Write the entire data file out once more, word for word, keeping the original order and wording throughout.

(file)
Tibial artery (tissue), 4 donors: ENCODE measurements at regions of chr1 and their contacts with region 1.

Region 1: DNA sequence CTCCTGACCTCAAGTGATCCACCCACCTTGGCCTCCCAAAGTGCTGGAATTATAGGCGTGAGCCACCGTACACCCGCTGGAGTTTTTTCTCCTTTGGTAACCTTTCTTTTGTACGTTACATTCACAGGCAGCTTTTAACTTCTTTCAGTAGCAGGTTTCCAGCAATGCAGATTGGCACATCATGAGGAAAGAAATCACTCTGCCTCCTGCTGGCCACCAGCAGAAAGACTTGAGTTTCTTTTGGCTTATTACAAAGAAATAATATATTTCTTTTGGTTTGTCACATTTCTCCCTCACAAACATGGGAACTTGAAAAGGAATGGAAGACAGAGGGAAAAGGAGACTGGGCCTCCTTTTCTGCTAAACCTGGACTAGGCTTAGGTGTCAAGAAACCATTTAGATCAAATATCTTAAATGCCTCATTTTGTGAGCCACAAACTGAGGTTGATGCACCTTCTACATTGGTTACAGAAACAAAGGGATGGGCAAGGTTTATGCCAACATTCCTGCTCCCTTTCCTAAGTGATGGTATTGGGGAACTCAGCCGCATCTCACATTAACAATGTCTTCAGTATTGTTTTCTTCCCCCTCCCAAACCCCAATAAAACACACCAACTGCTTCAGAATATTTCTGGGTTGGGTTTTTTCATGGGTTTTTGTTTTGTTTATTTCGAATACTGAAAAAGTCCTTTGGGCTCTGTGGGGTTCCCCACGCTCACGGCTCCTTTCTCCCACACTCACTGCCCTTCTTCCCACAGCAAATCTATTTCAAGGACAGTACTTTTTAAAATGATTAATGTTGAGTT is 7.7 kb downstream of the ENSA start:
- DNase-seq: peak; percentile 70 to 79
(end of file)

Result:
Tibial artery (tissue), 4 donors: ENCODE measurements at regions of chr1 and their contacts with region 1.

Region 1: DNA sequence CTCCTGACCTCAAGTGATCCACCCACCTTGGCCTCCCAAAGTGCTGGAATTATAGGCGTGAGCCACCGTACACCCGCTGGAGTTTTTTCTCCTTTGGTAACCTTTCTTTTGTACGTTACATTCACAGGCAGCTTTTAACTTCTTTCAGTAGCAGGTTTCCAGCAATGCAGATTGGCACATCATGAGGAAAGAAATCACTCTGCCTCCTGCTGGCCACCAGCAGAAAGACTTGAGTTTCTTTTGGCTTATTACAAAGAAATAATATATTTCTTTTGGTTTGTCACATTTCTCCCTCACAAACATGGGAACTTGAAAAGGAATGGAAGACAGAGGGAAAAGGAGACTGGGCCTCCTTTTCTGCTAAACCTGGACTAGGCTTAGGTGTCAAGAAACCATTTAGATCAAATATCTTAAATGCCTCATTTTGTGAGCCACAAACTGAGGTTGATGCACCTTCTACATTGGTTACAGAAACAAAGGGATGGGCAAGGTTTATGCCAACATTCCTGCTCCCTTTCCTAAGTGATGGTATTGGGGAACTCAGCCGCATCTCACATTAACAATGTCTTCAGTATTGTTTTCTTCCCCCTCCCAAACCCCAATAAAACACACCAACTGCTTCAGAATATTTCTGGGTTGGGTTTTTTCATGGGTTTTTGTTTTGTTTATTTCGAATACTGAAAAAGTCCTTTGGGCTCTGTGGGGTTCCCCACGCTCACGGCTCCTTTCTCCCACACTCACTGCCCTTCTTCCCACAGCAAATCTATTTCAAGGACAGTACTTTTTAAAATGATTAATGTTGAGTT is 7.7 kb downstream of the ENSA start:
- DNase-seq: peak; percentile 70 to 79